Autistic children are accused of being burdens to our parents and families. We are asked to be thankful when we are not murdered by their hands. We are asked to keep still when we stim, calm down during a meltdown, be quiet when we are echolalic, and stop any ticks or repetitive movements that adults find objectionable. These messages are violent, and justify violence against autistic people. These beliefs allow child sexual abuse to continue. When we ask children to be things that they are not, and to create themselves in ways that we deem appropriate, we communicate the message that what we want for their bodies is more important than their self-determination. If we truly want to end child sexual abuse, we need to recognize the autonomy of children over their own bodies. That doesn’t mean that they can do whatever they want, it simply recognizes that they have the final say over their bodies when safety is not a concern. It insists that a child that flaps their hands, doesn’t speak at all, won’t make eye contact, or never stops talking doesn’t need to be “fixed” just because adults don’t like the behavior. My family and community would have needed to revise the way they thought of me to make space for my agency before they could effectively demand accountability from the woman who molested me.

Personally, I believe that the accountability model is a conservative and confessional one. It stops at the level of admitting to the violence – an important step, but only the first one. When I hear about “community accountability,” what is meant is that the whole community will work to hold a single person “accountable” to a harmful action or series of actions. This model forgets that abuse thrives in silence and isolation. Silence and isolation can only occur when a community turns away from great injustice. Thus whole communities are implicated in all instances of child sexual abuse. I don’t need anyone to confess their guilt publicly, I already know who harmed me, and in many cases, so does everyone else. I need a community where everyone recognizes the role they played in that violation.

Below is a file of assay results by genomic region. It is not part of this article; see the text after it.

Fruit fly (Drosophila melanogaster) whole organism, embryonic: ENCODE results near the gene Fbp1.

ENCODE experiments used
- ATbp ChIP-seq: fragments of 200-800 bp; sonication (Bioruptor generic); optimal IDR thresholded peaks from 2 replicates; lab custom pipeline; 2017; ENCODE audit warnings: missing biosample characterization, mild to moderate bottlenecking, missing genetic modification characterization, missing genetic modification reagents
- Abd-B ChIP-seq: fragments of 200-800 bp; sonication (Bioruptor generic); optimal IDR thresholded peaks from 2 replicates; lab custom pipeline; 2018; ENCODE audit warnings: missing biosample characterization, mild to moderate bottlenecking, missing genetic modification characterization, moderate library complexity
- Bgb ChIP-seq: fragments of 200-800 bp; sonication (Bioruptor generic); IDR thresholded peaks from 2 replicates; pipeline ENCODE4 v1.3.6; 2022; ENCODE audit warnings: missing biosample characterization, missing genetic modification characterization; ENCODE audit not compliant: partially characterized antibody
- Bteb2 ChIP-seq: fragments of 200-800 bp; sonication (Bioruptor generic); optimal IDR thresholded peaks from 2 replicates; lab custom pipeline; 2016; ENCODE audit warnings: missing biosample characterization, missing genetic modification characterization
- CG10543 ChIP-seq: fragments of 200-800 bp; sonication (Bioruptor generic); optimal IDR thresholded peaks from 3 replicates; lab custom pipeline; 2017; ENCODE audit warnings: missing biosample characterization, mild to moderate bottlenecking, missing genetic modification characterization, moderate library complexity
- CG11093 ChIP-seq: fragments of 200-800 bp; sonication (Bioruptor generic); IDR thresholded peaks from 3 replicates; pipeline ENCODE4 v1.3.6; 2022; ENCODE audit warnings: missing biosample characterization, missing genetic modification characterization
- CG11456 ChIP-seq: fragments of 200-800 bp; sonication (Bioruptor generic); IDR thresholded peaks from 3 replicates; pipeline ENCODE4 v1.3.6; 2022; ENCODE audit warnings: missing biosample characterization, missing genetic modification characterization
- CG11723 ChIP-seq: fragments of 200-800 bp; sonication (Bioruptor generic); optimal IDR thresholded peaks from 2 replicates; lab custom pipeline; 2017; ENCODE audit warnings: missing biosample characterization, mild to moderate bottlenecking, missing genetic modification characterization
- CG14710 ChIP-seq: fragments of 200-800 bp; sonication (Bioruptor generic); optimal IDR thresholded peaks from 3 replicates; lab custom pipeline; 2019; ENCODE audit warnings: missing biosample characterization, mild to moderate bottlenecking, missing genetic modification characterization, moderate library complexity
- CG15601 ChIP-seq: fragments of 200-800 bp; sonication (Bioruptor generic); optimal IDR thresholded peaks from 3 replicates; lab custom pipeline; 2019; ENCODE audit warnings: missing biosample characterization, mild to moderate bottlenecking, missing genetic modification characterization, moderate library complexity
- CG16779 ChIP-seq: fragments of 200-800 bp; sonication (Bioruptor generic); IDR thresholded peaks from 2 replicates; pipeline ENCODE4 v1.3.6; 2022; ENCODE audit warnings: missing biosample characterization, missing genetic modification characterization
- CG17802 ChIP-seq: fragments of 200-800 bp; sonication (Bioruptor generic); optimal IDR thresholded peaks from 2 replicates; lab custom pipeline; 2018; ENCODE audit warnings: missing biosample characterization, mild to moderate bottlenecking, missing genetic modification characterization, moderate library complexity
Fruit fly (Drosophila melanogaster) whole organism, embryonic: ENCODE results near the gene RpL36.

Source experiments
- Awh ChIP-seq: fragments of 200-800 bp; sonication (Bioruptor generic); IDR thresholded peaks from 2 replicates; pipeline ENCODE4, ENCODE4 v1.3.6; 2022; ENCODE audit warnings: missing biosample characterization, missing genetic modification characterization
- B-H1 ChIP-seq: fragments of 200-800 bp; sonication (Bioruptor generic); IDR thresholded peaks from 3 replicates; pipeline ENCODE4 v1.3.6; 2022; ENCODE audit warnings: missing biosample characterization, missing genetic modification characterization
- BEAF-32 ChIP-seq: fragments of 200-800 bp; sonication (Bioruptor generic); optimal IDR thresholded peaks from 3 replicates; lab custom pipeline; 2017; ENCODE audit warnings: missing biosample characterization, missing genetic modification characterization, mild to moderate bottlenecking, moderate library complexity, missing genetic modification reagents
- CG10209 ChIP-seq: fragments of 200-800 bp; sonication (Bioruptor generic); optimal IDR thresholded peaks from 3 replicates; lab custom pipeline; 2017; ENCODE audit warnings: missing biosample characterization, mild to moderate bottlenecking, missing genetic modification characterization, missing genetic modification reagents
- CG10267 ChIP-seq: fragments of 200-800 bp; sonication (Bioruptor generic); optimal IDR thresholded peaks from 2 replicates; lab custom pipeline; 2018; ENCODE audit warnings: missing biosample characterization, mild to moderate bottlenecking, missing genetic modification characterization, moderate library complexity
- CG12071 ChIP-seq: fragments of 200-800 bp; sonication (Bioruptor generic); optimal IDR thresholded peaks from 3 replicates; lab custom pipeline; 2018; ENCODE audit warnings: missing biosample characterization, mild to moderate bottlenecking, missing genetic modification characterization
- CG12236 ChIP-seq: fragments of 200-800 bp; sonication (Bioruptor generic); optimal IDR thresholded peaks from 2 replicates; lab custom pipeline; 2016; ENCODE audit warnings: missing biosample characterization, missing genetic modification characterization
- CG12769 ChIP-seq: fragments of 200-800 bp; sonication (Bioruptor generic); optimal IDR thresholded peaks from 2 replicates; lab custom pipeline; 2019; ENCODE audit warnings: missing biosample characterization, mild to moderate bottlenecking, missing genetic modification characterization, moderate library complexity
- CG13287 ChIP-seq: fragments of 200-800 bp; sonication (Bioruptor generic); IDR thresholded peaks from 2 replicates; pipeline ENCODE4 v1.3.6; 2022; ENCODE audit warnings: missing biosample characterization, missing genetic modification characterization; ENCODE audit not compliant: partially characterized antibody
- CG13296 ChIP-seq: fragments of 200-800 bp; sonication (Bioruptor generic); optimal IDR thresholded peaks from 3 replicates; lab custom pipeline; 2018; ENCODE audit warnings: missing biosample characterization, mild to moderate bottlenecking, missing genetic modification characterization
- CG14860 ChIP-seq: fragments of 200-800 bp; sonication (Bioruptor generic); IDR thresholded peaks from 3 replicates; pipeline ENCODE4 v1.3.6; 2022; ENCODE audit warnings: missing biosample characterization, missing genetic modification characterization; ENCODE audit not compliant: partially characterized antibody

One reason why communities, a word I mean here as some amorphous combination of families, neighbors, congregations of faith or worship, and institutions such as school or local government, choose to ignore child sexual abuse is because the response is assumed to be necessarily punitive and to require an overwhelming amount of evidence to prove. Nobody wants Uncle Jerome to do jail time. How can you prove the pastor touched you? Aren’t you too young to even know what rape is? The victim is punished because the perpetrator is unavailable to punish, or too important to punish. The victim is of no importance because they are sullied by the crime, and suspect just for telling someone. Instead of radical communities consistently asking for ways to make child sexual abuse accountability less punitive for those who perpetuate it, I would like to first see it become less punitive for the children who have endured it.

What would it take to restore communities after child sexual abuse is reparations? I don’t think that these must necessarily be monetary, but a recognition that something material is taken in acts of great violence is important. If communities provide CSA survivors with somatics or therapy, people may be less likely to continue the cycle of abuse, and could heal from the addictions and harmful coping mechanisms that often come with having experienced violence. If communities paid for training or education for CSA survivors, we could gain a new dream in exchange for all the ones that were squashed and snuffed out. I don’t think it is realistic to try to restore the relationship between abused and abuser after CSA, but I believe that we can restore the relationship between a child and their community by offering services and benefits after such a violation.

Please, give us our reparations if you knew that someone was hurting us and we couldn’t cry out for ourselves. Please check on us, make sure we don’t hang ourselves, don’t hurt ourselves. It is a sisyphean burden to carry each day. All we can do is try to be accountable to ourselves, to our healing. All we can do is teach children that they own their bodies, and that adults who ask them to keep secrets want to harm them. All we can do is be the vanguard of the movement to end child sexual abuse.

Photo Credit: Nicole Myles

Photo Credit: Nicole Myles

Cyree Jarelle Johnson is a black non-binary essayist and poet from Piscataway, New Jersey. Their writing concerns community as a sight of trauma, animality, myth-making, and afro-pessimism. Cyree Jarelle is a Poetry Editor at The Deaf Poets Society, a journal of D/deaf and Disabled literature and art. They are a proud member of Harriet Tubman Collective. They are currently a candidate for a MFA in Creative Writing – Poetry from Columbia University.